NYC mosques embrace call to prayer

In a city where the buzz of life never seems to quiet, a new melody is finding its place as New York City mosques take on the task of broadcasting the call to prayer. Mayor Eric Adams recently revealed this noteworthy change, aiming to find a middle ground between the city’s cultures and the potential noise concerns.

The call to prayer, also known as the Adhan or Azan, holds a deep significance within the Islamic faith, serving as a harmonious call to gather for communal prayer. But in a sprawling metropolis like New York, where stories and sounds collide, this centuries-old tradition isn’t without its complexities.

Under the updated guidelines, mosques now have the freedom to broadcast the call to prayer every Friday between 12:30 p.m. and 1:30 p.m. This time frame, falling right in the heart of the city’s bustling day, offers a unique juxtaposition of faith and city life. Additionally, during the holy month of Ramadan, the evening call to prayer is also permitted, aligning with a significant spiritual period for Muslims.

Mayor Eric Adams’ stance on this issue centers on making it easier for places of worship to practice their faith without bureaucratic hurdles.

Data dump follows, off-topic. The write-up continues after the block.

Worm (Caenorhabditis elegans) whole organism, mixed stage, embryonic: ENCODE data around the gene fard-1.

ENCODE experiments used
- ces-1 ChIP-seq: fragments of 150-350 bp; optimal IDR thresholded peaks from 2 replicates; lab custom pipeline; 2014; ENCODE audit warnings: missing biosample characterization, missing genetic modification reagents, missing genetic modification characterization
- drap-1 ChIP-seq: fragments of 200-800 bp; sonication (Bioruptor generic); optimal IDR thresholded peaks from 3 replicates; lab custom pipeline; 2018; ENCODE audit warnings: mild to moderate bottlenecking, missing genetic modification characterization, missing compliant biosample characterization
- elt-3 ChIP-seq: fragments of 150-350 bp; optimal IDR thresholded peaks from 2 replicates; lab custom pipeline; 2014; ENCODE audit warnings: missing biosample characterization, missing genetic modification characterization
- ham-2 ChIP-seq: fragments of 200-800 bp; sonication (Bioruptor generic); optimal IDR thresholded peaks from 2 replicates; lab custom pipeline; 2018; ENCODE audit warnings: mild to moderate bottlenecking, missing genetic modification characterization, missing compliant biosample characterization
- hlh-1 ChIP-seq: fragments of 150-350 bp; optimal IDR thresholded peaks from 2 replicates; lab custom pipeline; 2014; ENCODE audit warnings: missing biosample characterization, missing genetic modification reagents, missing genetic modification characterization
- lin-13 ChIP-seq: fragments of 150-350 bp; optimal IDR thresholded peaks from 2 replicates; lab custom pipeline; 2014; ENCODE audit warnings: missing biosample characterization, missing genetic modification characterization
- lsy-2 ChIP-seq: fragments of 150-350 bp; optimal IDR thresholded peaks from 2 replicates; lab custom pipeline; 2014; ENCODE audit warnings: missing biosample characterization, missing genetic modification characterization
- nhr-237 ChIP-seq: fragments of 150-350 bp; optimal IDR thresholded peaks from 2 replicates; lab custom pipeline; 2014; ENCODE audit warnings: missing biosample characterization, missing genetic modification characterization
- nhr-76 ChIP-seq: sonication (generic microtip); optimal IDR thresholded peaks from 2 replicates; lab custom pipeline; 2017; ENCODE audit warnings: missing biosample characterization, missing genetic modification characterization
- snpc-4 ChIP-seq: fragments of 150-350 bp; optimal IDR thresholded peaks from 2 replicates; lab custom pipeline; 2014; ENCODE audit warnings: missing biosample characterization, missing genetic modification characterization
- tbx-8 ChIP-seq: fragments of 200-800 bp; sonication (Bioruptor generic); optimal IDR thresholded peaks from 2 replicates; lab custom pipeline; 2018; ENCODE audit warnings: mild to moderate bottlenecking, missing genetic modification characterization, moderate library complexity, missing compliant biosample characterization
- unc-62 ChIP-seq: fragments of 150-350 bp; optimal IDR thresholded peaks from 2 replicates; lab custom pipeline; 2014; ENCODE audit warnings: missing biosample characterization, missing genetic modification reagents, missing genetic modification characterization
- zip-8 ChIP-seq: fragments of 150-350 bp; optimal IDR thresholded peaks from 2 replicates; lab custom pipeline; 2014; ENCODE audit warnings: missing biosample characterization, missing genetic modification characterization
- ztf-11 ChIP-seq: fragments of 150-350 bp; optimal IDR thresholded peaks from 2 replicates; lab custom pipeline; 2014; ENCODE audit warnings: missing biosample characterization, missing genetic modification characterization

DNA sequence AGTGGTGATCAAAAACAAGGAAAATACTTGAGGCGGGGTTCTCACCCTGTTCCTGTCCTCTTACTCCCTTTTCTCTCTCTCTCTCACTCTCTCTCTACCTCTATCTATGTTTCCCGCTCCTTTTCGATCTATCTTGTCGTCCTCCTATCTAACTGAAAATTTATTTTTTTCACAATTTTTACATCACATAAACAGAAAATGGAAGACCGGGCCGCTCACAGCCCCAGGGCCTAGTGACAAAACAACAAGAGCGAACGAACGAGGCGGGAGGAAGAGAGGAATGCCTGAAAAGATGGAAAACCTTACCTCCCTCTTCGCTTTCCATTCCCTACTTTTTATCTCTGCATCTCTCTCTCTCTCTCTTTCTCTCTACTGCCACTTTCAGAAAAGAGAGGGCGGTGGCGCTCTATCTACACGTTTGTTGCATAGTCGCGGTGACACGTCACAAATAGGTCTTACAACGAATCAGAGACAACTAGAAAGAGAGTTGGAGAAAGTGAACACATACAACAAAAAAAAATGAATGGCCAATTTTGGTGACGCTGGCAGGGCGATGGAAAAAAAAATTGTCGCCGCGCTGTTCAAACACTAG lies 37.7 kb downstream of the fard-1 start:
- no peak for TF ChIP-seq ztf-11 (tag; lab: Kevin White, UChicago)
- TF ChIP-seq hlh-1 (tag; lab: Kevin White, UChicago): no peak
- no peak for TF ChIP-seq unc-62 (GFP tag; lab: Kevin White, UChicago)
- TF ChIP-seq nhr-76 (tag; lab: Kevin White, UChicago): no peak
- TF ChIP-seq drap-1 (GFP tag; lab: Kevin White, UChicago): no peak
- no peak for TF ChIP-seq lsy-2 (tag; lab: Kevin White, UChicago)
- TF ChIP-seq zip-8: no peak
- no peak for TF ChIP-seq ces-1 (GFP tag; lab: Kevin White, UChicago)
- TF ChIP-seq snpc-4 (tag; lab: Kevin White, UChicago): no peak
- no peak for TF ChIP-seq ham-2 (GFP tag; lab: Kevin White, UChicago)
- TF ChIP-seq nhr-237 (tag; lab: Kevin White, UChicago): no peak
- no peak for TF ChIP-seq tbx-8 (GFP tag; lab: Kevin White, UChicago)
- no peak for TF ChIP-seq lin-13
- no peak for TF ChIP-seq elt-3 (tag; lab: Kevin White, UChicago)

Yet, threading the connection between religious devotion and the urban environment is far from straightforward. To maintain a balance the Community Affairs Bureau of the New York Police Department is closely collaborating with mosques to ensure that the volume of the broadcast remains respectful, to the surrounding neighborhoods.

In a bid to uphold the urban atmosphere that residents hold dear and to pay due respect to religious customs, New York City has adopted a proactive strategy. By establishing predetermined noise levels for the broadcast of calls to prayer, the city aims to harmonize the needs of the community and the practices of faith. This move mirrors a prevailing pattern found in various American cities, Minneapolis included, where the public broadcast of calls to prayer is on the rise.
Afaf Nasher, director of the New York chapter of the Council on American Islamic Relations emphasizes that beyond its reach the call to prayer holds significance as a symbol of community and unity. As this melodious call resonates throughout the cityscape it transcends sound.


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